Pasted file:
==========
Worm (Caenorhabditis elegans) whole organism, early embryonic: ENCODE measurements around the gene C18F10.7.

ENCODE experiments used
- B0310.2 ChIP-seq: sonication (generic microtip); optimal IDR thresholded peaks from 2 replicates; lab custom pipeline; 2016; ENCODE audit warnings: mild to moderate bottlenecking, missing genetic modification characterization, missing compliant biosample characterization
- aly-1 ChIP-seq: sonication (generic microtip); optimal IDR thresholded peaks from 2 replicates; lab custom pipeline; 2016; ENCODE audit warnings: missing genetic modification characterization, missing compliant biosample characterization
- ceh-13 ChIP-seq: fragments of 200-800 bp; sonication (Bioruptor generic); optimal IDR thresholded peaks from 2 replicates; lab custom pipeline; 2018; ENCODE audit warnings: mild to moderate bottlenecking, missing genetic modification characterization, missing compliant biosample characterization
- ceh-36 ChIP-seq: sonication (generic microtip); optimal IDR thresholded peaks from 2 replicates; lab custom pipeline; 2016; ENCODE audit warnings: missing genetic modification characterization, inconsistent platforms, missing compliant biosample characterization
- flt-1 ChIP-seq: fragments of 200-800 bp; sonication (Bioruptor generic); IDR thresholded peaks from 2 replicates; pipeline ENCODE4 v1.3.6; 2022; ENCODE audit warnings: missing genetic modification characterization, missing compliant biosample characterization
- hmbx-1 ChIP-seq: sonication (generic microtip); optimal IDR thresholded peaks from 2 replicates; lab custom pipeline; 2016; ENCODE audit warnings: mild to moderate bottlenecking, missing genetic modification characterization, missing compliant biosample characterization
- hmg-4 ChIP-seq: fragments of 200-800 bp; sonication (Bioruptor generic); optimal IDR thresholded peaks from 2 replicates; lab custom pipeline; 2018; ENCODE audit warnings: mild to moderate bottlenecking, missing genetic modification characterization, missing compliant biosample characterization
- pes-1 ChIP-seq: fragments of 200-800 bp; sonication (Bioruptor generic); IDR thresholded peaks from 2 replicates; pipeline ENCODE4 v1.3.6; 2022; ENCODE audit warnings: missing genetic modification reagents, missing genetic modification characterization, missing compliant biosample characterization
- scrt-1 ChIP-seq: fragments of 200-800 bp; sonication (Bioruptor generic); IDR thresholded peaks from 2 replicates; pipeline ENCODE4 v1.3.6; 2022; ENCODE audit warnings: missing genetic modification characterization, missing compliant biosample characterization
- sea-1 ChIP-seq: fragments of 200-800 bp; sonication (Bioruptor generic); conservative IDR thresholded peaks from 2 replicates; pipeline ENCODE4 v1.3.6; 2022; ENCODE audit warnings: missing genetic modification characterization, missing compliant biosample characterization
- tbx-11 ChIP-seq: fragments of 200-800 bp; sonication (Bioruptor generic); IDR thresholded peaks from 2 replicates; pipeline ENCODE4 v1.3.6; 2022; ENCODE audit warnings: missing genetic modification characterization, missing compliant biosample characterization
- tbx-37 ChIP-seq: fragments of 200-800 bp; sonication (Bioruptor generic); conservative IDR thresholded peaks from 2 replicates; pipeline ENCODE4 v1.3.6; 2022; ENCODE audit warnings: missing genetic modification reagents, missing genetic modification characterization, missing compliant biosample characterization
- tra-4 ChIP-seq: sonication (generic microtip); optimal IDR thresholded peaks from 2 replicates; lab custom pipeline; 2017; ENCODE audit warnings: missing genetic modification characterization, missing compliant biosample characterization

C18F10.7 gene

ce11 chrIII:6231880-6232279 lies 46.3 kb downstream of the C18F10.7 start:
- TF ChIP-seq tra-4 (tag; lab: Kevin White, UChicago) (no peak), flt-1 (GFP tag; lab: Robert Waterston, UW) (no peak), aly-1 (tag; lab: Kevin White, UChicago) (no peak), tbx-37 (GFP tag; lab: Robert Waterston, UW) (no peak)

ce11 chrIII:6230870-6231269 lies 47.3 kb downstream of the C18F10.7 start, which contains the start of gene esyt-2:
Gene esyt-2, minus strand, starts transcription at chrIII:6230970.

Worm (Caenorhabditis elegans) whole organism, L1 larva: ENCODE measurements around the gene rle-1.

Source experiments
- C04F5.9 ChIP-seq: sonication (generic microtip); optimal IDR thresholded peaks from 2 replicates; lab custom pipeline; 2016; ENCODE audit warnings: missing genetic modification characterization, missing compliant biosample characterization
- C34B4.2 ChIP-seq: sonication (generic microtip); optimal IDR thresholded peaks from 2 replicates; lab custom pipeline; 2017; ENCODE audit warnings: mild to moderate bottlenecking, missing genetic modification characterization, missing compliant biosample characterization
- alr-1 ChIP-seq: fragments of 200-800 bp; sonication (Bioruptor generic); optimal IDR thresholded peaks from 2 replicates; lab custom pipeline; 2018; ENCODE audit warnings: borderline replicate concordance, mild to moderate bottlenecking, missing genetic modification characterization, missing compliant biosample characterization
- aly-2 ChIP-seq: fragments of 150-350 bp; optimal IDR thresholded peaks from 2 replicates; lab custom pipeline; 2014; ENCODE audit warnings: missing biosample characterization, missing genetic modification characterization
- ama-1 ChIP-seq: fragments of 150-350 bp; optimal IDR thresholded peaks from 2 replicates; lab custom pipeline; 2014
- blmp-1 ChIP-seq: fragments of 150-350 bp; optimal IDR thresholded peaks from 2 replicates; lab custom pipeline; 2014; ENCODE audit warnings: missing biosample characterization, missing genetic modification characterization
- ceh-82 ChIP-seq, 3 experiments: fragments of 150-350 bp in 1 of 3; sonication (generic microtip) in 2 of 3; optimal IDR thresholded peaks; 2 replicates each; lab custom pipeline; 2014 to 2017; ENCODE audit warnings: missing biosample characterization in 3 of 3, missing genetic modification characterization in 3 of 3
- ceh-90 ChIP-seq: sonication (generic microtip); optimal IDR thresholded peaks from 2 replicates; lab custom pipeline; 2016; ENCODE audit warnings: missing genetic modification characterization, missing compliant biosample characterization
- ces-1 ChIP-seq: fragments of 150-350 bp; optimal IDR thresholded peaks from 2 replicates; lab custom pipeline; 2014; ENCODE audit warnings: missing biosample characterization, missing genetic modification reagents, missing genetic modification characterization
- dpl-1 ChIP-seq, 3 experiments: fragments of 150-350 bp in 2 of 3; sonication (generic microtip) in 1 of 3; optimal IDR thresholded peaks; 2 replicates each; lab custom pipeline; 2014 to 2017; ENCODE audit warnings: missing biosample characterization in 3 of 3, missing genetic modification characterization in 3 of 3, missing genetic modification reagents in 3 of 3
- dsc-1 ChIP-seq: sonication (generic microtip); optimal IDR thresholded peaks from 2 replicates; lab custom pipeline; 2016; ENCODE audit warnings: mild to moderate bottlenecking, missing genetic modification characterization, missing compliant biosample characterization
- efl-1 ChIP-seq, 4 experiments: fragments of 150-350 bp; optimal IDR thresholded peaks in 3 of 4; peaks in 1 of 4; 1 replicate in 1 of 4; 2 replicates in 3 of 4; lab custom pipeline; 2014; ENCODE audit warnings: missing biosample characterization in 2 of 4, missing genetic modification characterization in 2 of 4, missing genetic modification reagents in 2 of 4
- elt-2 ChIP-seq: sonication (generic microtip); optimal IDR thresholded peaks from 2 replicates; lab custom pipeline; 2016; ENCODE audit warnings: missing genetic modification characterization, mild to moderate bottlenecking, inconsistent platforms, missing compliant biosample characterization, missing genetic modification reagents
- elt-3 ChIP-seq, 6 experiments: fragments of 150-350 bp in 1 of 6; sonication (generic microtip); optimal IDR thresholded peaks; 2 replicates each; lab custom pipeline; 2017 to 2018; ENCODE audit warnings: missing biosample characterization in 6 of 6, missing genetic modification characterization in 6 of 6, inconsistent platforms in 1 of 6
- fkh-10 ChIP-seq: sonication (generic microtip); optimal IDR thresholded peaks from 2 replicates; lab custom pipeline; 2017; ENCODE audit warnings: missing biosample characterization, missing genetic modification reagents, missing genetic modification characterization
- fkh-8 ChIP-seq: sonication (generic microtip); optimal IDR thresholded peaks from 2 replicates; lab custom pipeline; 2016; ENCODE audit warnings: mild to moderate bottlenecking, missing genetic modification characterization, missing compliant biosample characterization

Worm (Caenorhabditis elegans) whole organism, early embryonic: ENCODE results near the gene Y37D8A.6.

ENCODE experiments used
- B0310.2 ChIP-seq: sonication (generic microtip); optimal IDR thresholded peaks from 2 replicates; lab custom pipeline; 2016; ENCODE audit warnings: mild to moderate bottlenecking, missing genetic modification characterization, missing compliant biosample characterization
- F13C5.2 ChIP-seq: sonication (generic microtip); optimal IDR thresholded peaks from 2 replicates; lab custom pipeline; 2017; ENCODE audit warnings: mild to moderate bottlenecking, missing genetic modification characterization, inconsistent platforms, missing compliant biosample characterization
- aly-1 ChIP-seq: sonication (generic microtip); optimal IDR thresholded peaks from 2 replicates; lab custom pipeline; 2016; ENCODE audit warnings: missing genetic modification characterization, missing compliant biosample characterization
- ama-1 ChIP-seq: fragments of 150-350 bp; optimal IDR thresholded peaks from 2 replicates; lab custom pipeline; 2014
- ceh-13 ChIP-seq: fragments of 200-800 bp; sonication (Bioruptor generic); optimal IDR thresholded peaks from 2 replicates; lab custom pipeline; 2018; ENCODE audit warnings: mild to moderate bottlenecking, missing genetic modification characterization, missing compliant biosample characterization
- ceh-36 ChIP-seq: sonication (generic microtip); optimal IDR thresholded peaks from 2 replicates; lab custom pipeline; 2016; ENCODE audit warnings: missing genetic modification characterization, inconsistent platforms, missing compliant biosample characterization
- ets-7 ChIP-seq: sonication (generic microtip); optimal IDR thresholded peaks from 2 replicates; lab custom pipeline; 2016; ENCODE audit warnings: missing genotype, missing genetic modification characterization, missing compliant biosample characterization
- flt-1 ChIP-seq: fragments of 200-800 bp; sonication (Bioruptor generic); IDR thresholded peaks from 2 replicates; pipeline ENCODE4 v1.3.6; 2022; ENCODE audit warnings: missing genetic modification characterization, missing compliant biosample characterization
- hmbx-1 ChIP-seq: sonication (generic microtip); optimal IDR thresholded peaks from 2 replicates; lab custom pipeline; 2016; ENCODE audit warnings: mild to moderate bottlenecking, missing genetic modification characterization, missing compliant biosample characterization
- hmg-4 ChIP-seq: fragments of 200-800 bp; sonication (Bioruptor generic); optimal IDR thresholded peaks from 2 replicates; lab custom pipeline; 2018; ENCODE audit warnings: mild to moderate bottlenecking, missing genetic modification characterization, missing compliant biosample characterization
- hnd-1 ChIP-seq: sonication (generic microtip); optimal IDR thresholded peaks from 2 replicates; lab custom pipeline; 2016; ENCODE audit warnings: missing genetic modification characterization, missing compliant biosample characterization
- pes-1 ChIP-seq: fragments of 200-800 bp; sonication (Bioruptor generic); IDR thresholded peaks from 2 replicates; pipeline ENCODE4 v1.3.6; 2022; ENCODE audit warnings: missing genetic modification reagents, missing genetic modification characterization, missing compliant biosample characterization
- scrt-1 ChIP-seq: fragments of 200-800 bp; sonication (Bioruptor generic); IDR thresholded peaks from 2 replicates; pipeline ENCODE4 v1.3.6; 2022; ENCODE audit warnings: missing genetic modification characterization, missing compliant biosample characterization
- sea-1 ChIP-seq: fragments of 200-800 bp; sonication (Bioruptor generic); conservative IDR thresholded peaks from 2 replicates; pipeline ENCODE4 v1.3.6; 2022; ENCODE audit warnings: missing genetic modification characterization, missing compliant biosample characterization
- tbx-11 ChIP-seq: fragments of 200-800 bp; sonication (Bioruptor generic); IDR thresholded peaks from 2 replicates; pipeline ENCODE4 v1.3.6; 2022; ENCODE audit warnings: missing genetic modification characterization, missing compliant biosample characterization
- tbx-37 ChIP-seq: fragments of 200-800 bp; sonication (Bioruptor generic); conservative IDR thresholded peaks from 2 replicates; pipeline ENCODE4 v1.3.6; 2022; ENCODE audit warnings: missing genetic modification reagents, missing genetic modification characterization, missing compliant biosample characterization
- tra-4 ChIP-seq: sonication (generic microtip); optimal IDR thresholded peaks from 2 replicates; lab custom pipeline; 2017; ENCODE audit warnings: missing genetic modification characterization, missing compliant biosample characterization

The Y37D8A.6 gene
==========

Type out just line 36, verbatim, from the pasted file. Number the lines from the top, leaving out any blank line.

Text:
- elt-3 ChIP-seq, 6 experiments: fragments of 150-350 bp in 1 of 6; sonication (generic microtip); optimal IDR thresholded peaks; 2 replicates each; lab custom pipeline; 2017 to 2018; ENCODE audit warnings: missing biosample characterization in 6 of 6, missing genetic modification characterization in 6 of 6, inconsistent platforms in 1 of 6